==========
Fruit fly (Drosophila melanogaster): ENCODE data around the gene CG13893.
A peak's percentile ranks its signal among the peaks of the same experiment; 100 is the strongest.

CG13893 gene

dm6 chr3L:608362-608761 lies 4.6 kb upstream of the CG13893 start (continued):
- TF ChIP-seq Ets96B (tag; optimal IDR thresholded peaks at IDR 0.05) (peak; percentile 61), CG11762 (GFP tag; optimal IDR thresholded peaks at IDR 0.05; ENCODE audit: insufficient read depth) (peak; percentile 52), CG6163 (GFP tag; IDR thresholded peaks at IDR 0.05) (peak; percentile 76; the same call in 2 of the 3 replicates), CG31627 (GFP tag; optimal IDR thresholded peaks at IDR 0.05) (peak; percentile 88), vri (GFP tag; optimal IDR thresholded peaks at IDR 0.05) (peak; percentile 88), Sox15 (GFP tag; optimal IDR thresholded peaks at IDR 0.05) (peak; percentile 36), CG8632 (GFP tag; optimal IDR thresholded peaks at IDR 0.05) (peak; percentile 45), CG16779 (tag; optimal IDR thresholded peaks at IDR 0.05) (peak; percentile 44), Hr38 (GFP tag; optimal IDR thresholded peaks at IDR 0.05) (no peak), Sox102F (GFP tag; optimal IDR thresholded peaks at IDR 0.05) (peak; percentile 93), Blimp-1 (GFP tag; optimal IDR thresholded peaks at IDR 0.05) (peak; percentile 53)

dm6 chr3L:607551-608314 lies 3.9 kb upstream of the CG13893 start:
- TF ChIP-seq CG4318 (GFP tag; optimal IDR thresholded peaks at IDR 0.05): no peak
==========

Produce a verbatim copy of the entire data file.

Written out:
Fruit fly (Drosophila melanogaster): ENCODE data around the gene CG13893.
A peak's percentile ranks its signal among the peaks of the same experiment; 100 is the strongest.

CG13893 gene

dm6 chr3L:608362-608761 lies 4.6 kb upstream of the CG13893 start (continued):
- TF ChIP-seq Ets96B (tag; optimal IDR thresholded peaks at IDR 0.05) (peak; percentile 61), CG11762 (GFP tag; optimal IDR thresholded peaks at IDR 0.05; ENCODE audit: insufficient read depth) (peak; percentile 52), CG6163 (GFP tag; IDR thresholded peaks at IDR 0.05) (peak; percentile 76; the same call in 2 of the 3 replicates), CG31627 (GFP tag; optimal IDR thresholded peaks at IDR 0.05) (peak; percentile 88), vri (GFP tag; optimal IDR thresholded peaks at IDR 0.05) (peak; percentile 88), Sox15 (GFP tag; optimal IDR thresholded peaks at IDR 0.05) (peak; percentile 36), CG8632 (GFP tag; optimal IDR thresholded peaks at IDR 0.05) (peak; percentile 45), CG16779 (tag; optimal IDR thresholded peaks at IDR 0.05) (peak; percentile 44), Hr38 (GFP tag; optimal IDR thresholded peaks at IDR 0.05) (no peak), Sox102F (GFP tag; optimal IDR thresholded peaks at IDR 0.05) (peak; percentile 93), Blimp-1 (GFP tag; optimal IDR thresholded peaks at IDR 0.05) (peak; percentile 53)

dm6 chr3L:607551-608314 lies 3.9 kb upstream of the CG13893 start:
- TF ChIP-seq CG4318 (GFP tag; optimal IDR thresholded peaks at IDR 0.05): no peak